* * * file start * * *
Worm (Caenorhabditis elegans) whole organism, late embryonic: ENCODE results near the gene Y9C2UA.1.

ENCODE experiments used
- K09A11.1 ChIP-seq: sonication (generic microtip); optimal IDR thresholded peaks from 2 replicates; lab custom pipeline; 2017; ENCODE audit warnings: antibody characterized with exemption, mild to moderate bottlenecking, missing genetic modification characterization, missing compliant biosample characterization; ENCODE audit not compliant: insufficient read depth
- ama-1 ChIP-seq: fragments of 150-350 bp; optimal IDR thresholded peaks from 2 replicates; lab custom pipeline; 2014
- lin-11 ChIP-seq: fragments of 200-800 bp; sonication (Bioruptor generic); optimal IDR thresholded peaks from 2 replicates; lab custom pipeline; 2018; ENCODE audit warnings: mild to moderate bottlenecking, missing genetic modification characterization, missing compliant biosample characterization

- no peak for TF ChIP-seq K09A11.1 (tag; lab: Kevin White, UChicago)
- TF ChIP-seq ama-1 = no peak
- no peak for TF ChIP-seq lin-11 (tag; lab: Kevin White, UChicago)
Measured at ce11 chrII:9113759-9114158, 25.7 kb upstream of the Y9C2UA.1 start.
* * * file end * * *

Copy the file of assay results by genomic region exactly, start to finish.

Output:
Worm (Caenorhabditis elegans) whole organism, late embryonic: ENCODE results near the gene Y9C2UA.1.

ENCODE experiments used
- K09A11.1 ChIP-seq: sonication (generic microtip); optimal IDR thresholded peaks from 2 replicates; lab custom pipeline; 2017; ENCODE audit warnings: antibody characterized with exemption, mild to moderate bottlenecking, missing genetic modification characterization, missing compliant biosample characterization; ENCODE audit not compliant: insufficient read depth
- ama-1 ChIP-seq: fragments of 150-350 bp; optimal IDR thresholded peaks from 2 replicates; lab custom pipeline; 2014
- lin-11 ChIP-seq: fragments of 200-800 bp; sonication (Bioruptor generic); optimal IDR thresholded peaks from 2 replicates; lab custom pipeline; 2018; ENCODE audit warnings: mild to moderate bottlenecking, missing genetic modification characterization, missing compliant biosample characterization

- no peak for TF ChIP-seq K09A11.1 (tag; lab: Kevin White, UChicago)
- TF ChIP-seq ama-1 = no peak
- no peak for TF ChIP-seq lin-11 (tag; lab: Kevin White, UChicago)
Measured at ce11 chrII:9113759-9114158, 25.7 kb upstream of the Y9C2UA.1 start.